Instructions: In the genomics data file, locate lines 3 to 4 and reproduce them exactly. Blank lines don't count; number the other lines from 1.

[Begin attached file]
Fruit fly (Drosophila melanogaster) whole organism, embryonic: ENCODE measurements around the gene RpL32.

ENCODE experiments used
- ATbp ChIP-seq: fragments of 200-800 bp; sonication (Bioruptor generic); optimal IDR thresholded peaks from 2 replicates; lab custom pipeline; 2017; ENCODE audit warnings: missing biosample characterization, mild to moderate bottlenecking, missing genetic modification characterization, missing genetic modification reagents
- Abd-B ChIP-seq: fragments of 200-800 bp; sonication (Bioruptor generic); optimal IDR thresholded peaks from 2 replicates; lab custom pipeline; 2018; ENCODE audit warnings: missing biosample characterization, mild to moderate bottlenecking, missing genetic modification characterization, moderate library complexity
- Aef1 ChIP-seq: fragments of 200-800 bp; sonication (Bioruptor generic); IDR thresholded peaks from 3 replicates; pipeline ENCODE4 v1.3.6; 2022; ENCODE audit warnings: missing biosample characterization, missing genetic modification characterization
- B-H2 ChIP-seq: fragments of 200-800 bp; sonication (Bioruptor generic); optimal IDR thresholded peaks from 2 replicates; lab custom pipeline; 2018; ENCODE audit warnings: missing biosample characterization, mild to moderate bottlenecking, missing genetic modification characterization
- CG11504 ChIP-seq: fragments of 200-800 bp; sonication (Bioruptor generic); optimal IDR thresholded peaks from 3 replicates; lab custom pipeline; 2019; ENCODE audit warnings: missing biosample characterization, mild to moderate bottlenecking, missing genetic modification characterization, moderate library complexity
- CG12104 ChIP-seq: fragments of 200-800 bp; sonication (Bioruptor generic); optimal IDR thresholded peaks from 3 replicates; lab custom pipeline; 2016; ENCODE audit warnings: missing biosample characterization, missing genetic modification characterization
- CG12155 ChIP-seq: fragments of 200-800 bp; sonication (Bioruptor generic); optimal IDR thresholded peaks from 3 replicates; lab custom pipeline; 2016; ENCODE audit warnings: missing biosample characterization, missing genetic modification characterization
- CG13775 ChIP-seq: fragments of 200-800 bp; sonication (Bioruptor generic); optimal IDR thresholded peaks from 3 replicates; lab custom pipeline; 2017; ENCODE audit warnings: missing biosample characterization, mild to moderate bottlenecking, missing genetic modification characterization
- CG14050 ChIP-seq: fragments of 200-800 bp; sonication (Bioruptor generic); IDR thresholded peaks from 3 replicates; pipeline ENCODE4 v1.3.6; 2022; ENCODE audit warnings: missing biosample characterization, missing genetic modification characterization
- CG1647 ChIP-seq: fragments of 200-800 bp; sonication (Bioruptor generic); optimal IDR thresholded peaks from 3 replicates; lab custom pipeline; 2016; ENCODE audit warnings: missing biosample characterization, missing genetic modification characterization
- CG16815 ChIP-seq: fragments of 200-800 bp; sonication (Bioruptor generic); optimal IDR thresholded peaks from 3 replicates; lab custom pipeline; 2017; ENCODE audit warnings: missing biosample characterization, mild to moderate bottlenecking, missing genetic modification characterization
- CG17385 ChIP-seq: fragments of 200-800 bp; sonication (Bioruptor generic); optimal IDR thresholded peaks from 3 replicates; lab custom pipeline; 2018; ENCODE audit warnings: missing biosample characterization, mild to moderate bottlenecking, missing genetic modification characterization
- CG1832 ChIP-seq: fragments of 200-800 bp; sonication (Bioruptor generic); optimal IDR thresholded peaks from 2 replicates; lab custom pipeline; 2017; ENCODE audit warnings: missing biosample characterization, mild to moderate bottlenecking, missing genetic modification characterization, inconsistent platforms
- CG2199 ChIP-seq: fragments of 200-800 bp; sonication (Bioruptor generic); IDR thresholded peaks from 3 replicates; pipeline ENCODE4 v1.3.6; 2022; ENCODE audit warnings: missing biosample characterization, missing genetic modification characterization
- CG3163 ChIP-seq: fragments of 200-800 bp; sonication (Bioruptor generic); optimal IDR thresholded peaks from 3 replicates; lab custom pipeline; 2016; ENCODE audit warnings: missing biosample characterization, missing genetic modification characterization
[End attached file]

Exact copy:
- ATbp ChIP-seq: fragments of 200-800 bp; sonication (Bioruptor generic); optimal IDR thresholded peaks from 2 replicates; lab custom pipeline; 2017; ENCODE audit warnings: missing biosample characterization, mild to moderate bottlenecking, missing genetic modification characterization, missing genetic modification reagents
- Abd-B ChIP-seq: fragments of 200-800 bp; sonication (Bioruptor generic); optimal IDR thresholded peaks from 2 replicates; lab custom pipeline; 2018; ENCODE audit warnings: missing biosample characterization, mild to moderate bottlenecking, missing genetic modification characterization, moderate library complexity